It is imperative that healthcare providers consider all potential interactions and contraindications to optimize treatment with liothyronine and levothyroxine.

Navigating Treatment Options

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When considering options for thyroid hormone replacement, patients may encounter two primary medications: liothyronine and levothyroxine. Collaborating with healthcare providers, especially endocrinologists, is crucial to determine the appropriate treatment for each individual.

Liothyronine is a synthetic form of triiodothyronine (T3), while levothyroxine is a synthetic form of thyroxine (T4). Treatment preferences and medication choices often depend on individual patient needs and clinical presentation which calls for detailed patient education.

  • Healthcare Provider Involvement: Patients should have ongoing conversations with their healthcare providers to assess the most suitable medication. Inherent in this process is the consideration of existing medical conditions and possible side effects.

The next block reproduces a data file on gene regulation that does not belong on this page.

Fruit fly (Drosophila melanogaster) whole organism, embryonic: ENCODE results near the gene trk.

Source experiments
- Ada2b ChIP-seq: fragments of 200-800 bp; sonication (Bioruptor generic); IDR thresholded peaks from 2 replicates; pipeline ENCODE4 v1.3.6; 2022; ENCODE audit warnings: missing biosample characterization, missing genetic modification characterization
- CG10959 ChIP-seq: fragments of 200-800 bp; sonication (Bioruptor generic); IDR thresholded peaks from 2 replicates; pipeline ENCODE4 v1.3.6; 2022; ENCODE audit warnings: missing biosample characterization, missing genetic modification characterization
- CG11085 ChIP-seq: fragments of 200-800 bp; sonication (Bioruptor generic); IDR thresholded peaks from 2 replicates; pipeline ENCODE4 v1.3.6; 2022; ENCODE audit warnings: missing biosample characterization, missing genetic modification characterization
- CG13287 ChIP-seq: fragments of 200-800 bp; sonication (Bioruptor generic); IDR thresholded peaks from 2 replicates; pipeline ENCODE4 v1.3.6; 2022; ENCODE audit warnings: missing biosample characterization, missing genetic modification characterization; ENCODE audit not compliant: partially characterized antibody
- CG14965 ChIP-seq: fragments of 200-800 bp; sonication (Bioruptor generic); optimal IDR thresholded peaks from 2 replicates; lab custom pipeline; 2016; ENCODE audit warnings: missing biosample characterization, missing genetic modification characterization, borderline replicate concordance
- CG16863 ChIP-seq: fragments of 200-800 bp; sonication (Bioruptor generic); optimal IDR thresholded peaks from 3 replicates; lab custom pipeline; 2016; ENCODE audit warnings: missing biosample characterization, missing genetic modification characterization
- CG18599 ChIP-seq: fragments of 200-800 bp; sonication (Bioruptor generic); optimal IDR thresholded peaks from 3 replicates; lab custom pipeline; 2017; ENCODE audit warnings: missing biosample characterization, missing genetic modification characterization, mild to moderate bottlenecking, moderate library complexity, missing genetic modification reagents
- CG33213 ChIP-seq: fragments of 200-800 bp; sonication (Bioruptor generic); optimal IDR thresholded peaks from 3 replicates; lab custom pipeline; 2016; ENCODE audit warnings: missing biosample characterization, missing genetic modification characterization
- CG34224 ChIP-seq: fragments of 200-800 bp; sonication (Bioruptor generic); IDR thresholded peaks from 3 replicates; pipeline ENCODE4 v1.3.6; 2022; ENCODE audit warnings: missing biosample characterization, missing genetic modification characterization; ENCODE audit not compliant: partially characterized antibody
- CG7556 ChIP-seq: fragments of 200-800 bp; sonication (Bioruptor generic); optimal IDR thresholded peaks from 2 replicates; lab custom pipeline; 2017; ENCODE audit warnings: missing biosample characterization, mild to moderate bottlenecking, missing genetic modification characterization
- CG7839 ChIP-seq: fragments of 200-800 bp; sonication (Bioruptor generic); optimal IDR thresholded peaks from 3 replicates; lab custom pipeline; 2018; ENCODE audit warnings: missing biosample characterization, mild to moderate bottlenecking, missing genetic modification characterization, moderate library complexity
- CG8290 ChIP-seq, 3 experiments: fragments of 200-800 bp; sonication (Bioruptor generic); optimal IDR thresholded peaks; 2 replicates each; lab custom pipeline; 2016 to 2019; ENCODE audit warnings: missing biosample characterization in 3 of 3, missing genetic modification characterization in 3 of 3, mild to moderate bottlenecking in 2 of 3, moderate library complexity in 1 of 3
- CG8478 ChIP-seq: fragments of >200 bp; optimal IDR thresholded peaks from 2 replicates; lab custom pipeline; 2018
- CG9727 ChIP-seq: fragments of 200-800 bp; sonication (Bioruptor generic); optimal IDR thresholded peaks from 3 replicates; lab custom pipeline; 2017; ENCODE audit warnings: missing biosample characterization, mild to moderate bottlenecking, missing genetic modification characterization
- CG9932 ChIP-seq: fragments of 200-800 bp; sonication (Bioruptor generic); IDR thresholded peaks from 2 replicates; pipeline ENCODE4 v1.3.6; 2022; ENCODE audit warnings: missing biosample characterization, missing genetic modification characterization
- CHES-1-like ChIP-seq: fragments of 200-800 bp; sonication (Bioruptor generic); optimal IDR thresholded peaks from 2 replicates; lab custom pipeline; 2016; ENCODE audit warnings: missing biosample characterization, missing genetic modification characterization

Pros of LiothyroninePros of Levothyroxine
Fast-actingSteady state achieved
Beneficial for T4 to T3 conversion issuesWell-studied, standard treatment
  • Treatment Preference: Some patients might prefer liothyronine due to its quicker onset of action, while others might favor levothyroxine for its long-standing use and stability in blood levels over time.
  • Patient Education: It is imperative for patients to be well informed about the differences in pharmacokinetics and potential side effects. Information should be clear and factual to support informed decision-making.

By carefully considering these factors and maintaining transparency about the pros and cons of each medication, providers and patients can navigate treatment options effectively.

Conclusion

Liothyronine and levothyroxine are both effective treatments for thyroid hormone replacement, but their use must be tailored to the individual patient’s needs. Liothyronine (T3) is fast-acting, aiding in quicker symptom relief, but requires multiple daily dosing and careful monitoring. In contrast, levothyroxine (T4) offers the convenience of once-daily dosing and is the standard treatment, supported by a more substantial body of clinical evidence.